I have been fortunate to volunteer in my granddaughter, Olivia’s classroom since she started school. Every year, every teacher has been amazing and has allowed me to put some of my teaching experience to use. Now that Olivia is in fourth grade, her teacher has scheduled writer’s workshop during my weekly time in class just so I can help.
Last week, just before I showed up, I had uploaded my Us, Now and Then cover and blurb to both Amazon and Smashwords and set the release date for April 1. I was practically fizzing with excitement when I whispered the news to my granddaughter. The news spread. In fact, the teacher took the opportunity to have the kids interview a “real author.”
Here are some of the questions they asked and my responses.
- What’s your book about? Second chances and about never being too old to change, to learn, to do something new. And about learning that we are enough.
- Where did you get the idea? From something that happened to a friend of mine a long time ago.
- Is the book true? Is it about you and your friend? No. It’s fiction. My friend and I were both nice girls from nice families, who went to the same school and the same church. I had to make my characters different. “Aahhh,” the teacher added. “Not enough conflict.”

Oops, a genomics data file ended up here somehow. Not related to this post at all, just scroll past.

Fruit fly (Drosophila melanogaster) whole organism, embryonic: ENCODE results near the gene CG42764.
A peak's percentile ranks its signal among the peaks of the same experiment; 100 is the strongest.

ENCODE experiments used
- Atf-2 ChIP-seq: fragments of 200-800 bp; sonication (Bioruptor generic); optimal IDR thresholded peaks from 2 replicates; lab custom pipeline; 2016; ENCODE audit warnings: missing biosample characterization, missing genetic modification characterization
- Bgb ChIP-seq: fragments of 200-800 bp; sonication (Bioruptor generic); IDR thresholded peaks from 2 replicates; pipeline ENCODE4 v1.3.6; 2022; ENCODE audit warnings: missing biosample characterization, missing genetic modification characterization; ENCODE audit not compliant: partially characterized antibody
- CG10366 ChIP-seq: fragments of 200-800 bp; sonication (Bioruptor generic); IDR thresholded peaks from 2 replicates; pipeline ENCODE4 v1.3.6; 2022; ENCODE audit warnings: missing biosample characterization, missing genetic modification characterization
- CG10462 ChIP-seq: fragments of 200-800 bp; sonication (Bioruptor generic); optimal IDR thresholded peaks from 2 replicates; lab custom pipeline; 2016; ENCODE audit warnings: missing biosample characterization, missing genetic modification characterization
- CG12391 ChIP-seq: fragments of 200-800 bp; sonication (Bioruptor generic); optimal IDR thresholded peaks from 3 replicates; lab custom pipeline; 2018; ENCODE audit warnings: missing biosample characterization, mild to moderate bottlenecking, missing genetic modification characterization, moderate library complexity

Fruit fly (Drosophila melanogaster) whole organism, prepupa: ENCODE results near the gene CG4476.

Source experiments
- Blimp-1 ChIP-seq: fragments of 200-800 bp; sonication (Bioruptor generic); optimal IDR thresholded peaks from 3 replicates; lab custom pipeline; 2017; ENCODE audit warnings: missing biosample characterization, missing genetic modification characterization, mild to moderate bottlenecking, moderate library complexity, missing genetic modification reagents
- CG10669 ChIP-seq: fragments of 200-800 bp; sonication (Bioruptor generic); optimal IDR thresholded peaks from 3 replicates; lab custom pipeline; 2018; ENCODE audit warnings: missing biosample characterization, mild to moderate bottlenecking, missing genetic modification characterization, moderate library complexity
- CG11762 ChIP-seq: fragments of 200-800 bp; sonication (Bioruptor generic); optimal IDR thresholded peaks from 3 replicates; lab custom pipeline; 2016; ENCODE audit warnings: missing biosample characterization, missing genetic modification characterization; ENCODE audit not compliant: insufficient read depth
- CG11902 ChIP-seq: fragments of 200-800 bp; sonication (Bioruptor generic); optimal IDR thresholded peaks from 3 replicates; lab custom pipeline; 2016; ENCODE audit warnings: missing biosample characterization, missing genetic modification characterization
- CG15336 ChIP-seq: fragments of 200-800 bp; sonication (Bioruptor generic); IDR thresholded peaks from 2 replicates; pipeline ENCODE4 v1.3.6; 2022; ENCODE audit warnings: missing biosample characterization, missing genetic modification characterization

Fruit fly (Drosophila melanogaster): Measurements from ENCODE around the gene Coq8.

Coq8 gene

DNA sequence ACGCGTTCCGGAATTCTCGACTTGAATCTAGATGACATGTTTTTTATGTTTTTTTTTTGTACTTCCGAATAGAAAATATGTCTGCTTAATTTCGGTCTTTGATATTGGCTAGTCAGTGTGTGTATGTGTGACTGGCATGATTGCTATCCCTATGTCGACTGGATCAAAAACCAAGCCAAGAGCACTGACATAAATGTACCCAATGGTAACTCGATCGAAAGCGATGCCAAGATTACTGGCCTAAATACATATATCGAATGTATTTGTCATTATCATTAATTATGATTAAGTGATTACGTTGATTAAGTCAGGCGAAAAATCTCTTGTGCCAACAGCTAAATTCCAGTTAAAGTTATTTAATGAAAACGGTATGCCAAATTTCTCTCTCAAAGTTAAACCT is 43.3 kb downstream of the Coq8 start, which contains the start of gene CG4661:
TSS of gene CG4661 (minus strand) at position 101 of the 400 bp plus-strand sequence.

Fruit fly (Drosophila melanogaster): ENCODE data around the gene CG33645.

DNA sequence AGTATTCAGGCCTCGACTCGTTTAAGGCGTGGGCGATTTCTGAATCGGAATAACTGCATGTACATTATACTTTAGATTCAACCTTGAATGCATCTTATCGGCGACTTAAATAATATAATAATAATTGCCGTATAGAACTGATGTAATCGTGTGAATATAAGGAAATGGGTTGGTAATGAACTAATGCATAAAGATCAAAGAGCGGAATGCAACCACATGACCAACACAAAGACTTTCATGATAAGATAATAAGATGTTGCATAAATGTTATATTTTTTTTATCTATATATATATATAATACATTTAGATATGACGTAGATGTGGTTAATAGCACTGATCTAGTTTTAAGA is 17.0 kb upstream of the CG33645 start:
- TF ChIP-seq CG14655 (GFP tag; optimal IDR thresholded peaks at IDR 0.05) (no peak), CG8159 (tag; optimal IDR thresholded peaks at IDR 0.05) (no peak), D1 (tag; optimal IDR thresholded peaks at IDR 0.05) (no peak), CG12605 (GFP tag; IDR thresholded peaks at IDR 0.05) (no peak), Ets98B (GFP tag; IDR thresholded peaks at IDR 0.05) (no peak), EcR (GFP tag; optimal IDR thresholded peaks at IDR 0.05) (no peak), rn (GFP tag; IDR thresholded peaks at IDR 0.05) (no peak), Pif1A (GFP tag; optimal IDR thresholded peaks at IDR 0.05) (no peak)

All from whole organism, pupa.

- Can we read it? Not right now, but maybe when you’re older.
- What is the setting? When does it happen and how old is the main character? The story happens mostly in Carson City, Nevada between 1956-2003, the main characters are six when it begins and in their 50s when it ends. There are other locations, but most of the action takes place in Northern Nevada along the Eastern Sierra.
- What’s the problem? The main character doesn’t believe she’s enough and makes some regrettable choices early in her life. She doesn’t figure things out until she’s much older.
- How long did it take to write? I wrote seventy thousand words during National Novel Writing Month in 2008 and have been rewriting it ever since. So, this project is older than most of you. Sadly, after reading my first draft, my writers’ group, said things like, “Good writing, but where’s the story?” Here, the teacher reminded kids about what she called the “story mountain,” and rising action. They nodded knowingly.
This is when our chat stopped and students got to work crafting the first drafts of their original fairy tales. From the questions they asked, I believe they have begun to understand the elements of story and are on their way to their own happily ever after, perhaps as “real authors” themselves someday.